Many stamp issuing countries have had need to use overprints at some time in their history and Barbados is no exception.
Typically, overprints were used to indicate a different financial value than the face value at which the stamp was printed. In many cases this was due to a shortage of stamps being available at the correct rate for the prevailing postal charge.
A great example of this was that in 1896 Barbados adopted the new UPU regulation for printed newspaper rate which dropped from ½d to ¼d, despite the fact that there were no ¼d stamps available on the island. To that point the lowest value for anything that was posted was ½d so there had never been a need to print a lower value stamp.
In the interim, whilst they waited for new stocks to be send from the printers in the UK (by ship of course), Barbados took the decision to use the Crowned Circle canceller for a short period and this resulted in a number of covers and wrappers which we still see today, with no stamps attached.
Other countries, faced with stamp shortages, have either bisected stamps, overprinted stamps or used alternative cancels.
A great example of an overprint is the iconic Seal of the Colony stamp issued during the reign of George VI, which was overprinted at a lower rate due to a shortage of the lower value 1d stamp. In this case the original stamp SG250e was overprinted locally with a lower value of “ONE PENNY”, given the new stamp Barbados SG264e.
The printing resulted in a number of catalogued varieties as the overprint was not always as consistent as they might have hoped.
In many cases these overprinted stamps and particularly the catalogued varieties, are worth more than the basic stamps and so it has also led to a number of forgeries being created.
Recently, a reader of this website, Paul, sent in some images of stamps he had found in a collection and asked for an opinion. He had SG104 with a ‘K’ instead of an ‘E’ in the overprint and SG 264e with a ‘dropped NY’ in the overprint.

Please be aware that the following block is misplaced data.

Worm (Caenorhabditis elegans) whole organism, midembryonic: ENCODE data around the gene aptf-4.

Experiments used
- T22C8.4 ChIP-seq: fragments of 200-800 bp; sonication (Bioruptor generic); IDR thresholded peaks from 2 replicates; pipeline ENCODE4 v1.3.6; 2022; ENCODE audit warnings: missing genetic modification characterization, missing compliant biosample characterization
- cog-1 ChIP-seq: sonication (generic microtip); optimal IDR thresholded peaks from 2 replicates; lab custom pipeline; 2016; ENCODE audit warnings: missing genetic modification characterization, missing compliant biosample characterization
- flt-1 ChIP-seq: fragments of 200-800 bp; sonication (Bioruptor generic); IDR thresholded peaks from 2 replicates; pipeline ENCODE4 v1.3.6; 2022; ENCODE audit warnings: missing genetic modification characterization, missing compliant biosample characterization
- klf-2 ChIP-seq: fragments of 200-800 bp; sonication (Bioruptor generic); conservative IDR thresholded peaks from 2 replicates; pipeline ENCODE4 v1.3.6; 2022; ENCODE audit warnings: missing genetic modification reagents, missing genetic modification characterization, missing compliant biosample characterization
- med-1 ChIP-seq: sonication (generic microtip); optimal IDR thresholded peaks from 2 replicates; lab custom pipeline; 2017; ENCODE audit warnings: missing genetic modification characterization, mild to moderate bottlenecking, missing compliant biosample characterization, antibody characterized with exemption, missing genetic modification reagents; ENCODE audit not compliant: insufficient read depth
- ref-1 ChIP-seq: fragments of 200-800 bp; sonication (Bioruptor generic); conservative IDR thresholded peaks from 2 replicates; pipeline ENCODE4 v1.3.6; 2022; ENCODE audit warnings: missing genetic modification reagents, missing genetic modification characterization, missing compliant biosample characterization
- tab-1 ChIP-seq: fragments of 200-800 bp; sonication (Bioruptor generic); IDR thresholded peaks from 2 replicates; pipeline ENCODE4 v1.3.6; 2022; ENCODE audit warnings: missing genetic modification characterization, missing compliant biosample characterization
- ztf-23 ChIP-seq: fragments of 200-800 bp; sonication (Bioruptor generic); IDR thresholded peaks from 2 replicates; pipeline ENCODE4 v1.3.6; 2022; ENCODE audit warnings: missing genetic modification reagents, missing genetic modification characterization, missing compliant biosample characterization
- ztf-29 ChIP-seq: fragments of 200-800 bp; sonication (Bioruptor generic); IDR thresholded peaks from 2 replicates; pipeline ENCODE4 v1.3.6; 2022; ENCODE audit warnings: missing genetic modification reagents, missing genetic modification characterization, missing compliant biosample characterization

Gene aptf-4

The two stamps he sent are shown below;
Luckily, I am in contact with one of the experts in this field and asked Richard for his advice. Here’s his reply;
Both are forgeries – sorry the font is wrong on SG 104a attached.
If you compare the two the vertical lines on the one you sent me, they are curved and the serifs are rounded in the corners. The genuine are squared rather than rounded and the vertical lines creating the letters are straight – nice try but if I hadn’t spent the past year looking at it then I would have been drawn in as well.
So moving on to the SG 264e – I’ve referenced this against my own sheets and study paper No 12. I believe its a forgery – I have nothing on the two full sheets I own, there are others that I’ve images for and a lot of Murray Payne catalogues from the past 20 years – There is nothing recorded for a dropped “NY”
Now the reason I say this is a forgery is because the printing wasn’t done from type set – it was done from printing slugs – so one typeset was used to produce 120 copies of “ONE PENNY” and then these were formatted into the printing plate – so we end up with a series of minor constant flaws.
I also understand that this print was the only time somebody was actually prosecuted by the Barbados Authorities for producing forgeries of the stamps – but I haven’t researched it beyond reading the article and remember them finding the forging equipment in somebodies garden shed
Amazing knowledge and it solved the mystery of whether these two stamps were unique philatelic finds or forgeries designed to make a relatively inexpensive stamp appear to be hugely valuable.
Thankfully, our sanguine reader Paul accepted the findings and replied with;
Who knows, perhaps they are unique and I do now have my once-in-a-lifetime-find after all !
And they do make a nice story for my societies´ magazine.
We agree Paul we think they make a fabulous story and give an insight into the myriad complexities involved in the overprints, not only of Barbados stamps, but many other countries around the world.